Igor Kostin was one of those who covered some of the most difficult wars in the third world in which the Soviet Union participated, for example, during the Vietnam War and Soviet intervention in Afghanistan. At that time, he acted as a reporter for Novosti, which did not belong to the Communist Party. Due to non-membership in the party, he was forbidden to enter the front line.

Returning from Afghanistan, Kostin began to work periodically in the Kiev branch of the news agency. He mainly covered local and global Soviet problems, but he rarely left the state. Late in the evening of April 26, 1986, a helicopter pilot, with whom Kostin worked closely on his journalistic activities, warned him that a fire had occurred at the Chernobyl nuclear power plant. The fire was extinguished by the time they arrived in Chernobyl by helicopter. But it was the very first frames of the destroyed 4 reactor that were made by Igor Kostin. He was one of the first to start a long work on the photo chronology of the Chernobyl disaster.
Kostin is the only photographer who, along with the liquidators, traveled daily to the place of their deployment. His photos were not limited to helicopter views; he took pictures of real people, in real conditions, in real time and on a real battlefield with an invisible enemy.

From April to December 1986, Igor Kostin, APN photojournalist in the Ukrainian SSR, covered the progress in eliminating the consequences of the Chernobyl accident. Kostin’s photographic material, made by him under dangerous conditions of highly active dose loads, was included in the official report of the USSR government commission. In addition to the highest international Golden Eye award at World Press Photo in Amsterdam, his Chernobyl Tragedy series was awarded a gold medal at the Interpressphoto in Baghdad, and received the Grand Prix at the competition in the German Democratic Republic and the Main Prize of the USSR Union of Journalists.

Kostin repeatedly returned to the "zone". He approached the fourth reactor twice, climbed five times to the roof of the third reactor, and flew dozens of times around the nuclear power plant by helicopter. Filmed the consequences of the accident - disabled children, the funeral of the liquidators. For the entire period spent by him in the zone, he received radiation 5 times the norm. Almost all the photo material on the liquidation of the Chernobyl accident, which can now be found on the network, was made by Igor Kostin.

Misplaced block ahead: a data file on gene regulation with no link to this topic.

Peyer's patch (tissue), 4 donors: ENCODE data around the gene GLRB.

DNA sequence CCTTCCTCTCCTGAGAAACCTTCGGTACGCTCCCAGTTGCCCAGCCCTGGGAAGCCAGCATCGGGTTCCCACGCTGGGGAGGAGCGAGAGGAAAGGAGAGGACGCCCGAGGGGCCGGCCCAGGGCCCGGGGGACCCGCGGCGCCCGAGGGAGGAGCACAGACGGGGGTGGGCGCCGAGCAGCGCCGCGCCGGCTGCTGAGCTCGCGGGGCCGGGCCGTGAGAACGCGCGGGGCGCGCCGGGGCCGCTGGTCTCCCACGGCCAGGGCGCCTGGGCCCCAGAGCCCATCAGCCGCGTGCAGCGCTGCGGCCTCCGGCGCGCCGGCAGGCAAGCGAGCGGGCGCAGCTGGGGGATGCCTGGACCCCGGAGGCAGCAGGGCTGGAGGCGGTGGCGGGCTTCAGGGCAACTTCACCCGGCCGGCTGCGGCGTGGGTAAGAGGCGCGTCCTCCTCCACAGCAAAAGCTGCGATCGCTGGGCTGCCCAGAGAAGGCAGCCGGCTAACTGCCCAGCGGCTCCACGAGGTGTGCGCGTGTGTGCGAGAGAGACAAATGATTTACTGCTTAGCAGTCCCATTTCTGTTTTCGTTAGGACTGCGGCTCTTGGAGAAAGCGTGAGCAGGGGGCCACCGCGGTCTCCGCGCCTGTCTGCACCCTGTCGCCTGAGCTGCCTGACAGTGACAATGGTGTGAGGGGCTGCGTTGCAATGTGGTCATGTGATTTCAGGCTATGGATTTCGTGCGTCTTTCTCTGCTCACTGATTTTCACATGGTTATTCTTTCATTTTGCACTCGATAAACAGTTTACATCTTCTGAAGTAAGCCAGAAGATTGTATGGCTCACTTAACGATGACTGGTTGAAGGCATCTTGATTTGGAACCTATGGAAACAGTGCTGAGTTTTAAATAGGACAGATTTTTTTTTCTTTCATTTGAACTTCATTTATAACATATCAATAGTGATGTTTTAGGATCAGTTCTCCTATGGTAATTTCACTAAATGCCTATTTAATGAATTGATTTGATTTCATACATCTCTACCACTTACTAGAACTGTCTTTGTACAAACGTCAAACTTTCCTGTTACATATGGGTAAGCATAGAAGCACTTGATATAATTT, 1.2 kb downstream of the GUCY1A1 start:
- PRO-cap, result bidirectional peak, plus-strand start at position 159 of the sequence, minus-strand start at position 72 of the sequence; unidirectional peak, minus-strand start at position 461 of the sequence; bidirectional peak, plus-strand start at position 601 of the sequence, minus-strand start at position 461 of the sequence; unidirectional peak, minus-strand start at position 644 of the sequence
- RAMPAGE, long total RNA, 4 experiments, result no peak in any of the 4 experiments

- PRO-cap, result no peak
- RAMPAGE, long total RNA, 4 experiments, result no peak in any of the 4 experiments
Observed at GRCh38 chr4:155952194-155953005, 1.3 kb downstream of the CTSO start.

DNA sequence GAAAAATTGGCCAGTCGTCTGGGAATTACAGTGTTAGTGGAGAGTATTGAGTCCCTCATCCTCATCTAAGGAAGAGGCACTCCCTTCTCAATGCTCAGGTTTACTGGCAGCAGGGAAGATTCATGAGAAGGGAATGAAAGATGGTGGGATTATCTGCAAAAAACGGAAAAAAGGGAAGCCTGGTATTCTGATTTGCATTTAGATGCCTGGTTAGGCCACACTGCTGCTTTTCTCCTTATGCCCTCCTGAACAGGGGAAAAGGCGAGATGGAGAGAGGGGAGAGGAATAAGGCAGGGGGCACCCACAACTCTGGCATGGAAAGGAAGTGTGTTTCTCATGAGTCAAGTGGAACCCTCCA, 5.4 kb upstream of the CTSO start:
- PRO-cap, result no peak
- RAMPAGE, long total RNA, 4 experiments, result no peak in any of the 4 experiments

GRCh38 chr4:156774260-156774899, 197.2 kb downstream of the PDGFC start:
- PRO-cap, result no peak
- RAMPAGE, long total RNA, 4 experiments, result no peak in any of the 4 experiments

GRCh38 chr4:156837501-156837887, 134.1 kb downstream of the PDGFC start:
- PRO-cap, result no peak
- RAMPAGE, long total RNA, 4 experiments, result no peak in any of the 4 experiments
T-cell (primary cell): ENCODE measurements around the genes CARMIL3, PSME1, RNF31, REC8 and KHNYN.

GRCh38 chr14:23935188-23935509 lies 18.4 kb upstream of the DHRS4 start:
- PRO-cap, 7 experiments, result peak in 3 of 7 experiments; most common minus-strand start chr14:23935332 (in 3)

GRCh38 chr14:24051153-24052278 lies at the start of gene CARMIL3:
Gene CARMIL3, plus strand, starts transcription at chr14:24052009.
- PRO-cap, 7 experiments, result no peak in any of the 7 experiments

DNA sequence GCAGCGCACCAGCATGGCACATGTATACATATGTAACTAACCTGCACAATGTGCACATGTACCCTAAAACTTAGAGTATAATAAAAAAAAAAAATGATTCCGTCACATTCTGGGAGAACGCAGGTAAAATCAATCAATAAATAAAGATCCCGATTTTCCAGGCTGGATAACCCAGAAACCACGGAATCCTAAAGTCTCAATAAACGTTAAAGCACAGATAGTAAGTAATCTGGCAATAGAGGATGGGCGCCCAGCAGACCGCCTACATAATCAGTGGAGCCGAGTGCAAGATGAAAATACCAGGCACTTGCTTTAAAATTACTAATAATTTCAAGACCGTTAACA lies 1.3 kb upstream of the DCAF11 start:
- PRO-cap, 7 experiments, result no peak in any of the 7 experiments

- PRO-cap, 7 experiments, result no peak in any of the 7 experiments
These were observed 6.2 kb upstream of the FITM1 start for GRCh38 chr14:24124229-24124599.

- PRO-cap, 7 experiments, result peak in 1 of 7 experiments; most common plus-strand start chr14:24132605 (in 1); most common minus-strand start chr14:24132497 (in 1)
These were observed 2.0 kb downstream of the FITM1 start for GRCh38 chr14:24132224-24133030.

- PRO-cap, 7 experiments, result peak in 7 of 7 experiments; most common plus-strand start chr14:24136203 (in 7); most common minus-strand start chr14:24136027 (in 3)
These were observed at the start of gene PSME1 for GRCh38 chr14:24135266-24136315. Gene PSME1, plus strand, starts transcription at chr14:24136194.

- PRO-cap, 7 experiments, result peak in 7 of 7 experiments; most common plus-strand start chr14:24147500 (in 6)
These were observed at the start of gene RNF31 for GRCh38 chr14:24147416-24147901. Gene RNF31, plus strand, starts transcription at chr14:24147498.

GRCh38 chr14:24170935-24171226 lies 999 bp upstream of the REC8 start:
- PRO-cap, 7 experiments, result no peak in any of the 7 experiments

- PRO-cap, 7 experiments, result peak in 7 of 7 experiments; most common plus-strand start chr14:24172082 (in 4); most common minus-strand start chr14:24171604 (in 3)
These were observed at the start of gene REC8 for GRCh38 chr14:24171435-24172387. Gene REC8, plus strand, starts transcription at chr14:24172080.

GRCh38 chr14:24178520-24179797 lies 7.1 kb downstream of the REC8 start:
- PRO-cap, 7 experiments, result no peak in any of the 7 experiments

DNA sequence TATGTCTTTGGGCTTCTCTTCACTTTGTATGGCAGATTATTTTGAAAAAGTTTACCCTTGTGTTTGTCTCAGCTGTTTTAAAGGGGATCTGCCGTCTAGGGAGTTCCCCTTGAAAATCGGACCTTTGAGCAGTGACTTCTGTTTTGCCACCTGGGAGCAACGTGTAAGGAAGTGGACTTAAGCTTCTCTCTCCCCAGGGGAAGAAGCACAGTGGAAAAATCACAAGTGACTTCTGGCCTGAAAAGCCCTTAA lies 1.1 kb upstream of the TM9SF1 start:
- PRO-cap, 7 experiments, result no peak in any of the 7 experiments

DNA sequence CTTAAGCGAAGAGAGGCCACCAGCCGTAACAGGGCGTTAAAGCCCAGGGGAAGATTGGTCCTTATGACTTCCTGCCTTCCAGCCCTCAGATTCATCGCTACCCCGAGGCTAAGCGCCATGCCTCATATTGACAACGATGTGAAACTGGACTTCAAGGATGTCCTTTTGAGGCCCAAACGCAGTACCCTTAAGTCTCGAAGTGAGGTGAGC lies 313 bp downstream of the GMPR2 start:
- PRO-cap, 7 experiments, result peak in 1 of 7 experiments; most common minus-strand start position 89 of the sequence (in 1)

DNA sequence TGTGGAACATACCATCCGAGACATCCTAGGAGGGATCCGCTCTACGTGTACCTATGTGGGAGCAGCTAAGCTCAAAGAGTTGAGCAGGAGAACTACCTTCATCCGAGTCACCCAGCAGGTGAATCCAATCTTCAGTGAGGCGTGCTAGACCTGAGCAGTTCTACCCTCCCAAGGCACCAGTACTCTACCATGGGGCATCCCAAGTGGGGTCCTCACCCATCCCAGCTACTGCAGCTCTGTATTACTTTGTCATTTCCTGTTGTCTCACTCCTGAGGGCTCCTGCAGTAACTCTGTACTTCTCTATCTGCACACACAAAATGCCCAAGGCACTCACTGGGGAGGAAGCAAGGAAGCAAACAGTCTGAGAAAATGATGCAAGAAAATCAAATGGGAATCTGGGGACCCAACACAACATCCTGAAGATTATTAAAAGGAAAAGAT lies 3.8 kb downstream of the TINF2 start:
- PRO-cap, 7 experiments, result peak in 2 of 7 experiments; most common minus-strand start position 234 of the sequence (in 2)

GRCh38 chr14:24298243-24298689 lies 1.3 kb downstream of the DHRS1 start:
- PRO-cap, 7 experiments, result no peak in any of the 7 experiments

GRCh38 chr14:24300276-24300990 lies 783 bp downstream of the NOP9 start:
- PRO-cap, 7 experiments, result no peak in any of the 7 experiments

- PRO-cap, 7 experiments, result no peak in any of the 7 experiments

During his life, Igor Kostin was awarded such titles and awards as:

  • - Member of the National Union of Cinematographers of Ukraine;
  • - Professor;
  • - Honorary Citizen of Baltimore (USA);
  • - Igor Kostin entered the world anthology of “100 REPORTERS OF THE XX CENTURY”;
  • - Awarded with numerous awards from around the world;
  • - The US Congress standing upright announced a special proclamation in honor of Igor Kostin for his efforts in the field of journalism;
  • - In France, Igor Kostin's photo album “CHERNOBYL, CONFESSOR OF THE REPORTER” was published in 15 languages ​​for 20 countries of the world;
  • - Documentary photographic material was exhibited in major galleries in the world, including the UN;
  • - A creative portrait was printed and broadcast in major newspapers, magazines and TV around the world;
  • - The newspaper Washington Post called I. Kostin "Man-Legend";
  • - Igor Kostin’s script “Chernobyl Syndrome” is being developed in Hollywood by director Steven Spielberg;
  • - The International Association of Journalists proclaimed I. Kostin "REPORTER OF THE YEAR" in 1990, 1996. for merits in the field of journalism;
  • - Pope John Paul II sent a special message and Apostolic Blessing to Igor Kostin for his feelings in the published book “CHERNOBYL, CONFESSOR OF THE REPORTER”.
  • - He was awarded the INTERNATIONAL WORLD AWARD - UNIVERSAL in journalism in 2010.

Unfortunately, Ukraine was not celebrated in any way.

Igor Fedorovich Kostin passed away in 79 year. On June 8, 2015, he died in an accident near the village of Khlepcha in the Vasilkovsky District on the fortieth kilometer of the Kiev-Odessa highway.